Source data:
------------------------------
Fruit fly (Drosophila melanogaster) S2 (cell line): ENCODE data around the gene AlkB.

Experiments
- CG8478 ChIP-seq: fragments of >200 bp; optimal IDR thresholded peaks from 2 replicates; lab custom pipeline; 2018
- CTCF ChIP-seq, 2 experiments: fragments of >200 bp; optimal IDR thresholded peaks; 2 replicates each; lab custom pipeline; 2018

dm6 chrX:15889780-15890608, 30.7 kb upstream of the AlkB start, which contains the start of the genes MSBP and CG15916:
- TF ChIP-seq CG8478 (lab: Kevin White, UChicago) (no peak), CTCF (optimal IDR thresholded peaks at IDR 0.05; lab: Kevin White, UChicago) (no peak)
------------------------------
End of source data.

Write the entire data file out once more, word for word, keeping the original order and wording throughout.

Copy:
Fruit fly (Drosophila melanogaster) S2 (cell line): ENCODE data around the gene AlkB.

Experiments
- CG8478 ChIP-seq: fragments of >200 bp; optimal IDR thresholded peaks from 2 replicates; lab custom pipeline; 2018
- CTCF ChIP-seq, 2 experiments: fragments of >200 bp; optimal IDR thresholded peaks; 2 replicates each; lab custom pipeline; 2018

dm6 chrX:15889780-15890608, 30.7 kb upstream of the AlkB start, which contains the start of the genes MSBP and CG15916:
- TF ChIP-seq CG8478 (lab: Kevin White, UChicago) (no peak), CTCF (optimal IDR thresholded peaks at IDR 0.05; lab: Kevin White, UChicago) (no peak)